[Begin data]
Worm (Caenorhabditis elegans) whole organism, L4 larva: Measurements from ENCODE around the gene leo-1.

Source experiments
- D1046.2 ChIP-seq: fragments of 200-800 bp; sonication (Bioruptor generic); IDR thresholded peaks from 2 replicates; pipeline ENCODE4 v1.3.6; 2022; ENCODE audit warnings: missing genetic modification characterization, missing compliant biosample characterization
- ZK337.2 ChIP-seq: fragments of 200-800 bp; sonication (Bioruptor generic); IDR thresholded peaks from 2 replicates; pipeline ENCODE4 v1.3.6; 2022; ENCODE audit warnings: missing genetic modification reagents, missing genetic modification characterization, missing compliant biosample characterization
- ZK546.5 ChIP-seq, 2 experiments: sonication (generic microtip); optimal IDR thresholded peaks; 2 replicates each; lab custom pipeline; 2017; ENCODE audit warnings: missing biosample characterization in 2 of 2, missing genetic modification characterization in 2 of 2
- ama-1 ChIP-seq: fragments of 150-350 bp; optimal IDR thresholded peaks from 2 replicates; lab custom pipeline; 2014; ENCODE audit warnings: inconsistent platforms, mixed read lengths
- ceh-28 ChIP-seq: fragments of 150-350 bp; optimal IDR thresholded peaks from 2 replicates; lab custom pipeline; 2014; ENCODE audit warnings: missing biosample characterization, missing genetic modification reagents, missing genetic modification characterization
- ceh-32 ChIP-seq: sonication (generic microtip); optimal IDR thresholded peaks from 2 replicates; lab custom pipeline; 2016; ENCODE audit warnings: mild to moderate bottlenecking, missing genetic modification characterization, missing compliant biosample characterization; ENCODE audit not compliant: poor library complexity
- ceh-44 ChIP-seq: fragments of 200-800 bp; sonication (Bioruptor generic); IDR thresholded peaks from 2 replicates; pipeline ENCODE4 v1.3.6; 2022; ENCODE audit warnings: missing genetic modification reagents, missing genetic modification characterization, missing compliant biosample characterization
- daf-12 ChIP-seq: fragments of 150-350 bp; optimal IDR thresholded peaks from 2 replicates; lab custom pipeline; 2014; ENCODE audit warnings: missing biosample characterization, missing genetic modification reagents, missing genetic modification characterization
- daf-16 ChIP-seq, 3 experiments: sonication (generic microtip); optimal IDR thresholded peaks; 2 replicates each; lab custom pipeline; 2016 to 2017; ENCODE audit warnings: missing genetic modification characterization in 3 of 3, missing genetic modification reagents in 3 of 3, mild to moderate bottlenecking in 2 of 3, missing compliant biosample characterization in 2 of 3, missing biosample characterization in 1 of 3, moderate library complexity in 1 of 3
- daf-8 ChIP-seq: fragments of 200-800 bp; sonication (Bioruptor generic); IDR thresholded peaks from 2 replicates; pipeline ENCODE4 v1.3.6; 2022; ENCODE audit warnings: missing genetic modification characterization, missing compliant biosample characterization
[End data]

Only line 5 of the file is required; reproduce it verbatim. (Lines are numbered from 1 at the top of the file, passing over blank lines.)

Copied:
- ZK546.5 ChIP-seq, 2 experiments: sonication (generic microtip); optimal IDR thresholded peaks; 2 replicates each; lab custom pipeline; 2017; ENCODE audit warnings: missing biosample characterization in 2 of 2, missing genetic modification characterization in 2 of 2